From Peopling the Past, check out this blog post with Najee Olya, a classical archaeologist graduate student as he discusses depictions of Africans in ancient Greek vase-painting, discussing the promise of examining representational evidence particularly as a way of probing non-elite (or at least, less elite) values and the Greek conception of non-Greeks. I think Olya’s point that we shouldn’t assume a “neat alignment” between the views of the literate elite and the more general Athenian populace is an excellent one (similar to the point I’ve made about not trying to understand ancient religion through ancient philosophic writings), and I personally am really excited to see where this research project goes.
For this week’s Book Recommendation, I’m going to suggest The Army of Ptolemaic Egypt, 323-204 BC: An Institutional and Operational History (2020), by Paul Johstono. Of the armies of the three great successor states of Alexander (the Antigonids, Seleucids and Ptolemies (the latter also called the Lagids)), we have perhaps the best evidence for the Ptolemaic army (a case where papyrus makes the difference; in the literary sources, the Antigonids are the best attested). Johstono uses that evidence to craft an approachable history of the Ptolemaic army down to 204.
The book essentially details two stories that are entwined with each other, tracking both the operational fortunes of the Ptolemaic army – battles and campaigns won and lost – alongside a discussion of the changing institutions and personnel makeup of the army. The two focuses complement each other, the former neatly answering the question of how one gets from the army that Ptolemy I inherits from Alexander to the army that Ptolemy IV marches to Raphia with in 217. The Ptolemaic Army is frequently neglected (and typically somewhat poorly represented in popular culture; the Total War games have never really done the Ptolemies the same justice they’ve done Rome, for instance), so an accessible treatment that the general public can actually read is of great value.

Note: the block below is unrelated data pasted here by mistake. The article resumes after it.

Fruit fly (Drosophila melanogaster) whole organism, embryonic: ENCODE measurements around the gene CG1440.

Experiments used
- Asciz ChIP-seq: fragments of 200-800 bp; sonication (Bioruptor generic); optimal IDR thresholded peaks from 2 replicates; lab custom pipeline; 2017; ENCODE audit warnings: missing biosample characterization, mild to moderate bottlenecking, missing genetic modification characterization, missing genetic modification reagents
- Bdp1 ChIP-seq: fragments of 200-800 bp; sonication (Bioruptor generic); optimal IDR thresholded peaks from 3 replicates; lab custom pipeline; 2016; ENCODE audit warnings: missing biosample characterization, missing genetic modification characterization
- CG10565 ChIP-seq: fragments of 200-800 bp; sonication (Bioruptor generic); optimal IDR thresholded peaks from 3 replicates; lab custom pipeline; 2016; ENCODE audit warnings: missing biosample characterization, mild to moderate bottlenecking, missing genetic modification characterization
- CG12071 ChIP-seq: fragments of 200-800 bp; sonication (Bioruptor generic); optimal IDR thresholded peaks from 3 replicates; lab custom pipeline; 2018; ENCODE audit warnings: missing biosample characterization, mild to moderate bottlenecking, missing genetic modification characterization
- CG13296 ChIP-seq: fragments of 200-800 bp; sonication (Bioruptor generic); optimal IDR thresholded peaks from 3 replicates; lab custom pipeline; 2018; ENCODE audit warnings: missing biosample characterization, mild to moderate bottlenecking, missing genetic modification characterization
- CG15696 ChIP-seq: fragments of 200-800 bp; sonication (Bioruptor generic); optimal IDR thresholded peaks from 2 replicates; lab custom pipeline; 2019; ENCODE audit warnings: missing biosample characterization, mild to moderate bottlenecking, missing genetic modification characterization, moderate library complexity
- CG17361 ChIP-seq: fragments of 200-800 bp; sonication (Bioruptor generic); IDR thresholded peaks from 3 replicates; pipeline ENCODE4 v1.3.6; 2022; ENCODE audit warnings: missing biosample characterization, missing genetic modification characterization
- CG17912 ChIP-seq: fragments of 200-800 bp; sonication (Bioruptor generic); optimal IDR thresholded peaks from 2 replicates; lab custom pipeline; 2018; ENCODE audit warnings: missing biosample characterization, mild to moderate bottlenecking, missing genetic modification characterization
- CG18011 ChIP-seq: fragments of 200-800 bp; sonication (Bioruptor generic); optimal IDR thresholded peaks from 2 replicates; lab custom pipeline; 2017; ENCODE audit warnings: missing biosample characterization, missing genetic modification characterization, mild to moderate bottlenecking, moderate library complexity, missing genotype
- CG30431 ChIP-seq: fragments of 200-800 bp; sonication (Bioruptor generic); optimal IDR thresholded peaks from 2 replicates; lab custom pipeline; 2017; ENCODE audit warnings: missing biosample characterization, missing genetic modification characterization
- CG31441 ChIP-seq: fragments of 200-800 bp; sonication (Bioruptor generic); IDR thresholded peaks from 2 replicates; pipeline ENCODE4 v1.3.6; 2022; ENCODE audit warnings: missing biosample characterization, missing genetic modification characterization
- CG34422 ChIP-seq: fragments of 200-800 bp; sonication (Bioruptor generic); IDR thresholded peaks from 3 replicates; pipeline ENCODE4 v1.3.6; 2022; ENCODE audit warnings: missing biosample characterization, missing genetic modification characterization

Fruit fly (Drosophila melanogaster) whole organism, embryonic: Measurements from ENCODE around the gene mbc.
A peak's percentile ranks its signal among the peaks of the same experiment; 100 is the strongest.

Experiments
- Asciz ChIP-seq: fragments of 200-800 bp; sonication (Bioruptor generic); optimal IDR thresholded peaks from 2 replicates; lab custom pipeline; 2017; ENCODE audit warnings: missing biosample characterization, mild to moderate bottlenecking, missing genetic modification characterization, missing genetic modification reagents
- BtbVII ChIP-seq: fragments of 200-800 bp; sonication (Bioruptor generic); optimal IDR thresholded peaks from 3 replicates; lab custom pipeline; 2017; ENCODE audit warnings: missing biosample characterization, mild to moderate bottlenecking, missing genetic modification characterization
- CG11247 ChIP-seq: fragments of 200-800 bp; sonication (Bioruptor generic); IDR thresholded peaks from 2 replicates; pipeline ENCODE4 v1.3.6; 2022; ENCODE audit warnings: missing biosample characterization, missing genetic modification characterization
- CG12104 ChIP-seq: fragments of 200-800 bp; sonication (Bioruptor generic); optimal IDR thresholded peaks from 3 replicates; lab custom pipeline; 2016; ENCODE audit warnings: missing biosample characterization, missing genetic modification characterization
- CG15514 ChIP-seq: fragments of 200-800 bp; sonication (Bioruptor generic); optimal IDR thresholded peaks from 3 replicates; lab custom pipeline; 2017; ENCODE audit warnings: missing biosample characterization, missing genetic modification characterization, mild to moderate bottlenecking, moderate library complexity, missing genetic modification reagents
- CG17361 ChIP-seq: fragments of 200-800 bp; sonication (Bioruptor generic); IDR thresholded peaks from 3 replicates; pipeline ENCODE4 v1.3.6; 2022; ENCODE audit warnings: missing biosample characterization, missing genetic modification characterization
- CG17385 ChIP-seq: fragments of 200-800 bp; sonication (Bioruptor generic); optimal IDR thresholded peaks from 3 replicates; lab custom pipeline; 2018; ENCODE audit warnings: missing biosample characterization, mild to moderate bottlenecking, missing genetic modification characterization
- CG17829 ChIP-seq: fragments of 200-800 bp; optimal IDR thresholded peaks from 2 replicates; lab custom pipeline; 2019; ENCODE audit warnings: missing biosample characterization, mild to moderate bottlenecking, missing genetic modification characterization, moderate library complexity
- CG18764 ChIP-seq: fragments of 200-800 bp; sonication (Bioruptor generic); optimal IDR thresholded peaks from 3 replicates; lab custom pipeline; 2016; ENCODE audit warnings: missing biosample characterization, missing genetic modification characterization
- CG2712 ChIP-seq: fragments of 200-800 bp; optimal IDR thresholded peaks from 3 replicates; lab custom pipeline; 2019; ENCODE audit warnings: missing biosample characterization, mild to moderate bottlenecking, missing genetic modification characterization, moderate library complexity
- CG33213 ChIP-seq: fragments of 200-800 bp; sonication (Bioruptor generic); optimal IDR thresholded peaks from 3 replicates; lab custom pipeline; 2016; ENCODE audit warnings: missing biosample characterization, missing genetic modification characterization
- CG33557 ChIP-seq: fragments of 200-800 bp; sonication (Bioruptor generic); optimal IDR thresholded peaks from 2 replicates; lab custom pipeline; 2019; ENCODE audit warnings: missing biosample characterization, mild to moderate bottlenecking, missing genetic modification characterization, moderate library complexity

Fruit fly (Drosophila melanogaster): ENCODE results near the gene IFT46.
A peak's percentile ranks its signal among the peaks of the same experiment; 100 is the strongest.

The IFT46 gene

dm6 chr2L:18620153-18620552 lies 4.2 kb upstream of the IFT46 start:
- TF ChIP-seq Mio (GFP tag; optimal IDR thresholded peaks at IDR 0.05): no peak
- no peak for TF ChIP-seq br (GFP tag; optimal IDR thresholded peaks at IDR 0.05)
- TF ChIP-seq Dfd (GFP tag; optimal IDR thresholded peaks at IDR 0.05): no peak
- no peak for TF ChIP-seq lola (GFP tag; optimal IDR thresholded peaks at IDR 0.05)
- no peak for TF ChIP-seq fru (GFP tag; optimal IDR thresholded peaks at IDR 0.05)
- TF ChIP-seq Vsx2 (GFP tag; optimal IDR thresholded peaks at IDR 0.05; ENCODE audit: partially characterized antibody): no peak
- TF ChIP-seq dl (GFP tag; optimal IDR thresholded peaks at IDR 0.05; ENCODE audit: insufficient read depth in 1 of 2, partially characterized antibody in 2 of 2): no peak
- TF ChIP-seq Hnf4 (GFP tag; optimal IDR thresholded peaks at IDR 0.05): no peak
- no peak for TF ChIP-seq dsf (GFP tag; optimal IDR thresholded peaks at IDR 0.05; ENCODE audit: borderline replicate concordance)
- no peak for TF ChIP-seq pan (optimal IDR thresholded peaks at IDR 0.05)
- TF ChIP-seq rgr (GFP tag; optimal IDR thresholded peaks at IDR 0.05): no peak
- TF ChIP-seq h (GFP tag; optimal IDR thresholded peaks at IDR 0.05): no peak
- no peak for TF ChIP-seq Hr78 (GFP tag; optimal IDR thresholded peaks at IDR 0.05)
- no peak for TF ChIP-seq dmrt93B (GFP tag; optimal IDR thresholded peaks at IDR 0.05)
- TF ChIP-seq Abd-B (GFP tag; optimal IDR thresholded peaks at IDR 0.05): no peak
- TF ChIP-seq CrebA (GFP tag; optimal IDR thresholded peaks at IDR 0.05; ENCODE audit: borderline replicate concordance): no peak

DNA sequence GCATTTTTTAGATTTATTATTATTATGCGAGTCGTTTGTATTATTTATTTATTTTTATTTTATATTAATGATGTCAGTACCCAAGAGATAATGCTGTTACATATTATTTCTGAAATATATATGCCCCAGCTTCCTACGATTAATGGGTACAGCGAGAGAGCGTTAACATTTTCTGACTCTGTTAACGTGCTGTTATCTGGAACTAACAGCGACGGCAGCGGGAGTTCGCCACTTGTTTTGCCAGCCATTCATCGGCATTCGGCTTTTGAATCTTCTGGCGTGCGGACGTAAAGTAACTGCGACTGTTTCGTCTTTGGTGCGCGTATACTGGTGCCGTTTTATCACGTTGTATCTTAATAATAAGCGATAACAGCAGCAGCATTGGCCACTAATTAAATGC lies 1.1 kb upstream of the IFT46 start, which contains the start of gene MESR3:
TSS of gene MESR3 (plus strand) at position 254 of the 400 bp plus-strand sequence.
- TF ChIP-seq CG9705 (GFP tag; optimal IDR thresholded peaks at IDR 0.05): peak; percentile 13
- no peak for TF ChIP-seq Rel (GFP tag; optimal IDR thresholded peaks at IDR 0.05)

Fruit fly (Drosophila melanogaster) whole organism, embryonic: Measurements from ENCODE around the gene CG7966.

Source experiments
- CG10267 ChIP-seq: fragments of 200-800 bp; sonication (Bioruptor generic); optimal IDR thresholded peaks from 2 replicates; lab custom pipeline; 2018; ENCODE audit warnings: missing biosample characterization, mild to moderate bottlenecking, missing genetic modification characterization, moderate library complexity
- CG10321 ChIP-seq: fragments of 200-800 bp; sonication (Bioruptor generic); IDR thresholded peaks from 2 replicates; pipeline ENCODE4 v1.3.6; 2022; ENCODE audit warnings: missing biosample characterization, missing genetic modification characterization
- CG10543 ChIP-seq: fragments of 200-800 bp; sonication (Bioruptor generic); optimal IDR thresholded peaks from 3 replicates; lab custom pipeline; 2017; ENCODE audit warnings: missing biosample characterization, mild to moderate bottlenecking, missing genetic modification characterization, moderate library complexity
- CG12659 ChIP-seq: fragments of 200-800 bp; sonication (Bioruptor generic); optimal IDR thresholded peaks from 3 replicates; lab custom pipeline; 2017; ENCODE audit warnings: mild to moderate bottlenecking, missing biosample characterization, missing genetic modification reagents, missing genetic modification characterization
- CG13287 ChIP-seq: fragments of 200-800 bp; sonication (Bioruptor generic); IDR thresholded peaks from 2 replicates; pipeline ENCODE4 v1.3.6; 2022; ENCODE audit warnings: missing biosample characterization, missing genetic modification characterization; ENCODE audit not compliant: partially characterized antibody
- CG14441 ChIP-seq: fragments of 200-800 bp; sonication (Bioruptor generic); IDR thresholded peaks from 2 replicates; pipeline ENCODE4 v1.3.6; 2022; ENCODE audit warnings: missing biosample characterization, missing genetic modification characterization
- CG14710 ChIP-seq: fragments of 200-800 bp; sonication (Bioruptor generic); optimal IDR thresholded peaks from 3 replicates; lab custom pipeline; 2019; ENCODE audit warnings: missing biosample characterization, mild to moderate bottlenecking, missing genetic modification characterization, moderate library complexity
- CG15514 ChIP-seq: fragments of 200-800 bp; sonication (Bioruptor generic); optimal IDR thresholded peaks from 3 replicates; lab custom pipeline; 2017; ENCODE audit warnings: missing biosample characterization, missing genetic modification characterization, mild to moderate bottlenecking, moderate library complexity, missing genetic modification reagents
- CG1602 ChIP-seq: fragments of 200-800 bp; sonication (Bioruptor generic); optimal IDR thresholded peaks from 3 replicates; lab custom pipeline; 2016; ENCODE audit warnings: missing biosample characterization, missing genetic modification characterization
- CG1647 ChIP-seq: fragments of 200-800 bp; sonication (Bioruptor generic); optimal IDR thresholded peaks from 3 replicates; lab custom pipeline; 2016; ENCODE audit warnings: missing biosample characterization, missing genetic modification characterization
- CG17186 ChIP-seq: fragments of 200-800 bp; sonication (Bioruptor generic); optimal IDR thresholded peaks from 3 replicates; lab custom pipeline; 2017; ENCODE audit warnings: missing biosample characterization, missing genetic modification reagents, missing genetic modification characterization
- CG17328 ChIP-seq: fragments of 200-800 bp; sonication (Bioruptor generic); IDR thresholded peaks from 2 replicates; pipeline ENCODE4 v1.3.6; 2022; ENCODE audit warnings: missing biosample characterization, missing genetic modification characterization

The book has several great virtues. It is, I think, quite accessibly written, despite covering a very technical subject. Even when digging through detailed census data gleaned from Egyptian papyri, the information is kept clear with snappy tables, clearly explained technical terms and so on; this is a book that an beginner in the Hellenistic world could, I think, make sense of with little difficulty. At the same time, the topic is technical, Johstono handles those details well and foregrounds the exact evidence he is using, both in the text (where he frequently refers to specific papyri) and in the notes. For the specialist (or the enthusiast looking to access specialist knowledge), I think Johstono’s book makes an excellent companion to C. Fischer-Bovet’s, Army and Society in Ptolemaic Egypt (2014), though the two books have somewhat different focuses and do not always agree. In particular, Johstono’s sometimes narrower focus benefits his book; he is, as the title implies, rather more focused on the army than the society and covers it rather higher ‘resolution’ (so to speak) than Fischer-Bovet.
Now if only we could get someone to give the Seleucid army the same treatment (and thus replace the age-worn B. Bar-Kochva, The Seleucid Army (1976); good for its time but alas now decades beyond its sell-by date) and then get an English translation of M.B. Hatzopoulos’ L’organisation de l’armée macédonienne sous les Antigonides (2001) – which is, assuming you read French, I think to be preferred over N. Sekunda, The Antigonid Army (2013) – we ought to at last have a good set of foundational treatments of the major armies of the Hellenistic world.